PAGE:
5. Michael Says:

    Interesting that in almost all the pictures of me, I have a different drink in my hand. Apparently I spent the entire week alternately drunk and cranked out on coffee.

  6. Sean Barrett Says:

    Walter, I agree about the most parsimonious backstory issue; the problem I see is that, in the moment, as I’m struggling to interact with Facade and the characters, I find myself _wanting_ that level of interaction, because they have it; and if I’m not carefully self-monitoring about how the system most probably works, my “improv intuition” would let me freely run wild that way. (What did the guy with improv experience do about backstory?)

    In part, perhaps I encounter this because it’s been a big issue for me in “interactive fiction” of the text adventure variety; I really dislike games where the player doesn’t know things the player character does, and yet both major games I’ve written use exactly that device. Nobody likes to preface their IF game with huge non-interactive sections, so people have learned to dole that material out slowly, arranging situations so that the information never matters before it’s revealed. (In my games, the missing information has little interactive value, but it drastically shifts the context of the activity to add drama.)

    But mainly I think it’s just something about the nature of the particular experience in Facade, especially the two versus one situation.

  7. andrew Says:

    Sean writes, “the narrative builds strongly on unknown-to-the-player backstory about Grace and Trip, backstory that they are both familiar with but the player is not. The problem is it was unclear whether the character was supposed to have knowledge of it that the PC didn’t have.”

    It’s true that a lot has gone on with Grace and Trip in the past, which is fuel for their current conflict. But, we don’t intend the player to know anything about that. The only bit of shared backstory you discover during the play is that you introduced them in college, but that’s it.

    In Facade we want the player character to be you, not some pre-defined person with feelings and memories of its own, that you are somehow supposed to role-play. Once all the player names are in the system, you’ll hopefully be able to choose your own name, and essentially be a stranger to Grace and Trip, only told you were friends long ago. Only by interacting with them do you learn about what’s been going on with them in the past. (Personally I find the role-playing a character with backstory a conceptually problematic idea; however Michael has much less of an aversion to it than me.)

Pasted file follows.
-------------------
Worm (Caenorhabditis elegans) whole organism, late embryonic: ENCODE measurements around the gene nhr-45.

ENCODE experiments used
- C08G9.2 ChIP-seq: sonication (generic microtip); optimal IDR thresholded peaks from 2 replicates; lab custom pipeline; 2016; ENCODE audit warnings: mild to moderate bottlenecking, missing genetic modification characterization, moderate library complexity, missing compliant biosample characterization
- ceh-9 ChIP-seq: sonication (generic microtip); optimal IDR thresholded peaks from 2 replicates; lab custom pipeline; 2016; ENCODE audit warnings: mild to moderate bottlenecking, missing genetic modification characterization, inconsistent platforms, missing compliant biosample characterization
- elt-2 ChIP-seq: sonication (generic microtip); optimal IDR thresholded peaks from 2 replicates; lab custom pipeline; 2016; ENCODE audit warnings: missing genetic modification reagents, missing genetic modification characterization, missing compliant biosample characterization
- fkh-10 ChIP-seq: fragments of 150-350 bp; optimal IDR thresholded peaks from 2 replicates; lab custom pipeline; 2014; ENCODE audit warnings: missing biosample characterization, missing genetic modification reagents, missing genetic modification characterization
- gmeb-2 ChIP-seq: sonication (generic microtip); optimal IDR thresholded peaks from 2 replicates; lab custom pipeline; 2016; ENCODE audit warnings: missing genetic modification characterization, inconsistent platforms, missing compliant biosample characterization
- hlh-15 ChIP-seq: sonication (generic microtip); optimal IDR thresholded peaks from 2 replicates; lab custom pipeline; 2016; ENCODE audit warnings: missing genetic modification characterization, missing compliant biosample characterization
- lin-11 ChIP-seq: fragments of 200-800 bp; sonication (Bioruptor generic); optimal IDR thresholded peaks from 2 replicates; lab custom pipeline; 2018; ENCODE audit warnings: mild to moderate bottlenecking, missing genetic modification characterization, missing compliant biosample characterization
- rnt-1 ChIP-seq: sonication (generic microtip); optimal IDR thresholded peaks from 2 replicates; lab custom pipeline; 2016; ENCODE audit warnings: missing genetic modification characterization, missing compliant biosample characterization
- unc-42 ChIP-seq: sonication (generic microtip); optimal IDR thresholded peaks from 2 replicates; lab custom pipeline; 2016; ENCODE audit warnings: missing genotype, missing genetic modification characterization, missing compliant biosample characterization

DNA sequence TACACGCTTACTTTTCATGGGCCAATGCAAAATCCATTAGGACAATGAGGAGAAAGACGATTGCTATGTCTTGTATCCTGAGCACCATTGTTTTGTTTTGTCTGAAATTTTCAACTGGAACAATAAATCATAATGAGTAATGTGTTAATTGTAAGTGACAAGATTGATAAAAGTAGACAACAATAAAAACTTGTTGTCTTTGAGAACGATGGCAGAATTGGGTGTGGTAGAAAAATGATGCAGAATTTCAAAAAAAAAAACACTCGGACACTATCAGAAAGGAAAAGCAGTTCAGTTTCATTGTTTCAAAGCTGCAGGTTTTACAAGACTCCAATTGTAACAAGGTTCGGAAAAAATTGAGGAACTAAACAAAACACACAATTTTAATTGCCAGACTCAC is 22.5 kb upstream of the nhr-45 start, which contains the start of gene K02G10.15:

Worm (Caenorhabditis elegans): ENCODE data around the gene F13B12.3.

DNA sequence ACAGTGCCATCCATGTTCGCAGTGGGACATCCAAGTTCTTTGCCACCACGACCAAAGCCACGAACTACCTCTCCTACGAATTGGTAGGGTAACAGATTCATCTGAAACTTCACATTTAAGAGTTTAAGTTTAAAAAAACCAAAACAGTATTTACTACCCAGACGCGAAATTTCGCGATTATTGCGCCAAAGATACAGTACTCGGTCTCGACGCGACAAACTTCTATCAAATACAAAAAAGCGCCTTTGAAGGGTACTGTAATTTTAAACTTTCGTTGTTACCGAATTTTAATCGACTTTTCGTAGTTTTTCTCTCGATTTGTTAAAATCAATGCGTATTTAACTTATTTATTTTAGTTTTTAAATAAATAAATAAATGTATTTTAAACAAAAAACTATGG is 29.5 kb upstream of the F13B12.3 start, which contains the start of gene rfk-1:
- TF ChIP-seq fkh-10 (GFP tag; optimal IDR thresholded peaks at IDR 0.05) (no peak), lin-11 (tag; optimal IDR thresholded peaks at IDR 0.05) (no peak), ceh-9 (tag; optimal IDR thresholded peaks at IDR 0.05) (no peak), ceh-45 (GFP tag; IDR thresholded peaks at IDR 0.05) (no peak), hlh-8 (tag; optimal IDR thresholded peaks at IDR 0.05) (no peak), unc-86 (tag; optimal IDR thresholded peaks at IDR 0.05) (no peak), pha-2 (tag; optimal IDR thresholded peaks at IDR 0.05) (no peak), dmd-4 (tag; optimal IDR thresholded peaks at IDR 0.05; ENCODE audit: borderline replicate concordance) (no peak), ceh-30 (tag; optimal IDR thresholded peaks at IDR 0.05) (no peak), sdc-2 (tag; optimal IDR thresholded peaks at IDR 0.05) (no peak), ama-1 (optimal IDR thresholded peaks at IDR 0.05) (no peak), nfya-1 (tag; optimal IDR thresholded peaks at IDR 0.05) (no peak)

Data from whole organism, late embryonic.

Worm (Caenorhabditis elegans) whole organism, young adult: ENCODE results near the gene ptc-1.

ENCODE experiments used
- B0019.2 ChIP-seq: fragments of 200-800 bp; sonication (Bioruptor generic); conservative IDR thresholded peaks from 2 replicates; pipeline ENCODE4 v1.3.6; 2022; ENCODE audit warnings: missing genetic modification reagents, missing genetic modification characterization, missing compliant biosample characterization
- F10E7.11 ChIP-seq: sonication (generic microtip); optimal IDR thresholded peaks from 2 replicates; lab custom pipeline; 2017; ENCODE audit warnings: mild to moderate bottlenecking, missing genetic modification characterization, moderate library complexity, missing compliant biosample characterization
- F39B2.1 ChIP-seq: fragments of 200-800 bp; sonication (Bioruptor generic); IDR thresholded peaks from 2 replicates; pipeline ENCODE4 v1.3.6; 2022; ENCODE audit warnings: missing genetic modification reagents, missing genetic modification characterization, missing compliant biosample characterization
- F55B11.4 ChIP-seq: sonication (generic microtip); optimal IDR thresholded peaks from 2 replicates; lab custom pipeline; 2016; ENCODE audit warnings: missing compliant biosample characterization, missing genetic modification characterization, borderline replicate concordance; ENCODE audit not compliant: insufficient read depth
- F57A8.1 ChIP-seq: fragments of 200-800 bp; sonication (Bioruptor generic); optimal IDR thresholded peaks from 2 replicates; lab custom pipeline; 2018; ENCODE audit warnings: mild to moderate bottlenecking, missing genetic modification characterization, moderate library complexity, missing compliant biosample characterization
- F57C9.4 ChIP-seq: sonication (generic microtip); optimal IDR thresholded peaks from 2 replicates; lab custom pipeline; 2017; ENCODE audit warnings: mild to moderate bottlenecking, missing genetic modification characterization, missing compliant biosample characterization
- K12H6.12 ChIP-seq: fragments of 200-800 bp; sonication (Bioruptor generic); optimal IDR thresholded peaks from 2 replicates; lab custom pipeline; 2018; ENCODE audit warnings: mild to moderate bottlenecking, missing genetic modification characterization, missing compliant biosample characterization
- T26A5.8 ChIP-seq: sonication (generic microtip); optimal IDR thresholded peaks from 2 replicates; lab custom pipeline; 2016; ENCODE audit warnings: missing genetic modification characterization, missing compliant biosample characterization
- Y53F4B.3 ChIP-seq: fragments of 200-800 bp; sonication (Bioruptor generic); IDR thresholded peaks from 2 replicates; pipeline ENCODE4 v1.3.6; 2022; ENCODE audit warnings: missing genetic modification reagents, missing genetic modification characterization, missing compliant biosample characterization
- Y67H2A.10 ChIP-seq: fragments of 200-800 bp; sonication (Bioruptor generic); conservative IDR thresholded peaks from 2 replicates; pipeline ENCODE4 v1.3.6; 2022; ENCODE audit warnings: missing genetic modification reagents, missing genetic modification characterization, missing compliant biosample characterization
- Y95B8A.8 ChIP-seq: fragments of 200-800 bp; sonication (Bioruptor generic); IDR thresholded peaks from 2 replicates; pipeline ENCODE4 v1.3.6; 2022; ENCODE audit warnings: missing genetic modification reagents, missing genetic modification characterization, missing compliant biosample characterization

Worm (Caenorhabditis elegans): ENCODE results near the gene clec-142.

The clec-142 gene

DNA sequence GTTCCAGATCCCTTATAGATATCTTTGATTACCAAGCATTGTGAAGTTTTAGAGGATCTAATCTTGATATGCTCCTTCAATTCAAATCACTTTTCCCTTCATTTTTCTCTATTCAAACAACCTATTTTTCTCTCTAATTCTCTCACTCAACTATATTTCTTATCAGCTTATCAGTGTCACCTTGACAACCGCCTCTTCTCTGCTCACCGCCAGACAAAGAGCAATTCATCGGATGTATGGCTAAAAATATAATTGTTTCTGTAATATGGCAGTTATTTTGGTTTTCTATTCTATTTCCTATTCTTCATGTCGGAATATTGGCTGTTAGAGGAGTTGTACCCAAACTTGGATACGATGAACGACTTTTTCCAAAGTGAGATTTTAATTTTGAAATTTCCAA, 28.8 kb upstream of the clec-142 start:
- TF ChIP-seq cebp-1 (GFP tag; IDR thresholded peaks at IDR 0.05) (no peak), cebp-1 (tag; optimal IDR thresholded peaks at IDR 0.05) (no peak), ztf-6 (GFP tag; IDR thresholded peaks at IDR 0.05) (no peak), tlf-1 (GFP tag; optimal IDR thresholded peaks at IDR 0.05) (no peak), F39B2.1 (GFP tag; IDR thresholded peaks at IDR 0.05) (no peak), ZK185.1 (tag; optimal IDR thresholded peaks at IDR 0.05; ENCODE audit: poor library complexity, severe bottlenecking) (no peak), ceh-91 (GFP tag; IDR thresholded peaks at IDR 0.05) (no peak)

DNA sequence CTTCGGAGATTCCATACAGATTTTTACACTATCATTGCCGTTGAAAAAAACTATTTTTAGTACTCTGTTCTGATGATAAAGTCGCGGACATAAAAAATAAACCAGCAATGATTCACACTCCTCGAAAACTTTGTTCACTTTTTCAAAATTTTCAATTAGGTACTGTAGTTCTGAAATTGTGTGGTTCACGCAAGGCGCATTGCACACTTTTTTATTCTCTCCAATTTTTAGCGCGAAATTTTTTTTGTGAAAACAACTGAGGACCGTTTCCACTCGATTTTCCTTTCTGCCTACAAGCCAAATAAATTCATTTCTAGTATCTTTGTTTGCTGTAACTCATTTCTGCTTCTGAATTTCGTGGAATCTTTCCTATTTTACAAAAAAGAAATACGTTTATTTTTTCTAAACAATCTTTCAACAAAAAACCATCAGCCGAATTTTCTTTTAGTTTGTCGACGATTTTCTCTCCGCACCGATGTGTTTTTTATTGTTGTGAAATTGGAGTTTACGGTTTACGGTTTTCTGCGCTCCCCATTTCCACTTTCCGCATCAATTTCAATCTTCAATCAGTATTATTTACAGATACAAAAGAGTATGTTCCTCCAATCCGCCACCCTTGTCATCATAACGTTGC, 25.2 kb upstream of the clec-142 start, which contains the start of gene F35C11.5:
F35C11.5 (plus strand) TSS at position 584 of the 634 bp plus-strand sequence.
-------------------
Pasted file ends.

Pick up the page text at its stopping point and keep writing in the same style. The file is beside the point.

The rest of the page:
That said, as Walter suggests, you could pretend to have more backstory with them than we expect you to; the system’s responses are possibly open-ended enough to allow your own fabrications to blend in coherently with their dialog. But it’s not expected or required you do this. One could imagine a more advanced system which could take the player’s offers of events that happened in the past, and dynamically incorporate them deeply into the drama. That would be really cool.

  8. Michael Says:

    As Andrew said, in Facade we purposely avoid creating a complex backstory for the player character. In those cases where we refer to past events involving the player (e.g. “remember when you introduced us?”), either affirming or denying knowledge of the past events are possible courses of action. In this case, it’s the affirming or denying that’s interesting (agreeing or disagreeing with Trip), not the details of the past event.

    One of the problems with having the player “be themselves” is that it’s difficult in a short experience to embroil the player in the central conflict. In Facade, Grace and Trip really have the central conflict – they’re the ones in crisis who must make a big decision that will change their lives. Imagine if you wanted the player to be in the marriage that is falling apart. In a blank slate situation where you don’t give the player a backstory, the player would have to reenact the whole marriage first (temporally cutting appropriately) before getting to the crisis. Maybe you could do this in some future epic length interactive drama, but certainly not in a short form drama like Facade. In a one act play, the play opens right on the brink of the crisis; the conflict escalates almost immediately. Without an explicit player character (player backstory), in a short form drama you can’t place the player as the central character in the conflict. So in Facade, the player is an intimate visitor to a conflict, but isn’t centrally having the conflict.